Making Sense of the Here and Now

This article is the sequel to Aliens and Strangers

As I sit down to write this second instalment of our reflections on the question of where we as human beings really belong, our family is waiting to take possession of our new home in Wales. Almost a year ago we watched the contents of our last home being loaded into a shipping container as we prepared to leave the United States to return to Britain. Since then we have lived in four different temporary homes and have experienced something of what it means to be ‘of no fixed abode’. And that’s very much what we want to consider as we trace the development of what it means to be resident aliens through the unfolding message of redemption in the Bible.

Having looked at what God intended for the human race in Eden and how Adam squandered God’s good gift through his rebellion, we saw last time that a major consequence of his sin was to make men and women ‘restless wanderers on the face of the earth” (Ge 4.12). If we follow that motif as the drama of redemption unfolds, we discover that it has some interesting facets.

Almost immediately we see that Cain – the one God had condemned to a life of restless wandering because of his sin against Abel – clearly found it a struggle to accept that judgement. Just a few verses later we are told that ‘Cain was building a city’ (Ge 4.17). Despite his sin and despite the fact he knew that God’s sentence upon it was just, he longed for permanence: a place where he and his family could belong.

That same thought sits quietly under the surface of the ensuing chapters, which cover the vast sweep of the early history of the human race, through the chaos that led up to the great flood in the time of Noah. Through that deluge God in effect washes his world clean to give Noah and his family a fresh start. It was not ‘redemption’ in the form that humanity ultimately needed it, because Noah, though rescued, still rebelled in a shameful and tragic fashion (Ge 9.21). But it showed the innate sinfulness that Adam had bequeathed to his wife and descendants was still present.

The following chapters chart the nations that descended from Noah and his sons and the next big event-horizon we encounter as those nations multiply is the building of the Tower of Babel (Ge 11.1-9). Man’s motive behind this vast enterprise in structural engineering was ‘that we may make a name for ourselves and not be scattered over the face of the whole earth’ (Ge.11.4). God’s words condemning Cain to a restless existence are echoed in these words of his distant descendants. And just as Cain sought to counter them by building a city, so those who followed him sought to establish a spiritual citadel for themselves.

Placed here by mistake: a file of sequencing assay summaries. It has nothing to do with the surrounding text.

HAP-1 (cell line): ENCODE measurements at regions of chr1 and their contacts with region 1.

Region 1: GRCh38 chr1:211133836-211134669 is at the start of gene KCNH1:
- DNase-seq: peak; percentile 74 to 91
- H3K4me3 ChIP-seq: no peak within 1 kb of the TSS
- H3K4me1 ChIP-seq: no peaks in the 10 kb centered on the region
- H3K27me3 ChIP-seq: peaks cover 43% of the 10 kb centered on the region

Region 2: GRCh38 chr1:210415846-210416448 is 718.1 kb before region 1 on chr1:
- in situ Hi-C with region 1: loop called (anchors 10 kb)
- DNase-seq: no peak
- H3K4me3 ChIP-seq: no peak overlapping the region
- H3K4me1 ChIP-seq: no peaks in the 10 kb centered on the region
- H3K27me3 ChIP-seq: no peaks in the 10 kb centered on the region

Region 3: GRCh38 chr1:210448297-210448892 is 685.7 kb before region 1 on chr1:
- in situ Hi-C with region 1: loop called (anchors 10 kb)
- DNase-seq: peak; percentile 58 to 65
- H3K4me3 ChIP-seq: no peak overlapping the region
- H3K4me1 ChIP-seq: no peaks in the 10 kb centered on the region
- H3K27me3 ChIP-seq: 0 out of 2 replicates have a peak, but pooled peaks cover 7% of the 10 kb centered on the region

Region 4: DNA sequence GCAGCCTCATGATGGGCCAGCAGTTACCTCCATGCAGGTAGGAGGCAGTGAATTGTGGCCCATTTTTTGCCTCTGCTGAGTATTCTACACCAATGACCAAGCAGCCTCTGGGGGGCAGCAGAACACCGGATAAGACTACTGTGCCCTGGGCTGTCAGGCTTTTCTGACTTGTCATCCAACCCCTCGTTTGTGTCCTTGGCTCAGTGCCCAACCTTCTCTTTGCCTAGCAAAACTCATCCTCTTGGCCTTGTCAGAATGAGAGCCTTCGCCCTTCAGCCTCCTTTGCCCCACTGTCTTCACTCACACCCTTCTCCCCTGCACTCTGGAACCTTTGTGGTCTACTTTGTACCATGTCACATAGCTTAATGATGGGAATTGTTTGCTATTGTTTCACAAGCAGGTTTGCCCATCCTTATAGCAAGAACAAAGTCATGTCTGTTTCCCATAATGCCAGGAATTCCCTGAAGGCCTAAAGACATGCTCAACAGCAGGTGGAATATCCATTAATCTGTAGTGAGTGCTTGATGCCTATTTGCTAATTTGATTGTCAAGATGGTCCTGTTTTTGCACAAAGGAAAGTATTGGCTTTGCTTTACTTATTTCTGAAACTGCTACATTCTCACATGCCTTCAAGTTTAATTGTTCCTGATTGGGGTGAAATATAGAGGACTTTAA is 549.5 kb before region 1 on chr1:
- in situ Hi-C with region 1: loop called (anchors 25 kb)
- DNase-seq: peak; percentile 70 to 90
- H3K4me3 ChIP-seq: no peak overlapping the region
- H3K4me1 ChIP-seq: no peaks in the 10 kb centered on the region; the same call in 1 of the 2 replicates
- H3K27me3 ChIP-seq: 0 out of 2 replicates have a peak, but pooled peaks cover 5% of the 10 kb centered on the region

Their plans were crushed and God’s response to this act of mass mutiny was to do the very thing the race as it then was had sought to avoid: ‘the LORD scattered them from there over all the earth and they stopped building the city’ (Ge 11.8).

The Babel instinct in the human psyche has lingered on through the entire history of our race. From man’s attempts to literally ‘build a name for himself’ by constructing great works of architectural genius, to his efforts to establish kingdoms and empires, human beings have tried to secure themselves in this world through all manner of tangible means. It can be seen not just in the realm of power politics and the corporate world, but also right down to family life and even our own individual existence. We try to build our own little worlds-without-God through our careers, achievements and acquisitions in the hope that they will provide the security and sense of identity we crave. But, now as then, our efforts to establish our own security are just as futile.

The Babel story provides a major punctuation mark in the Genesis record. It encapsulates the extent to which Paradise was indeed lost through Adam’s fall on a scale that would literally have global, indeed cosmic proportions. But then we meet Abraham and through him are allowed to see the scope and scale of the salvation God had planned for the world (Ge 12.1-3). And very quickly, as we get into the account of God’s dealings with Abram, we discover that the question of finding a permanent home is still very much to the fore; but with some twists and turns that we perhaps do not expect. More of that in the posts that are still to come!

Mark Johnston

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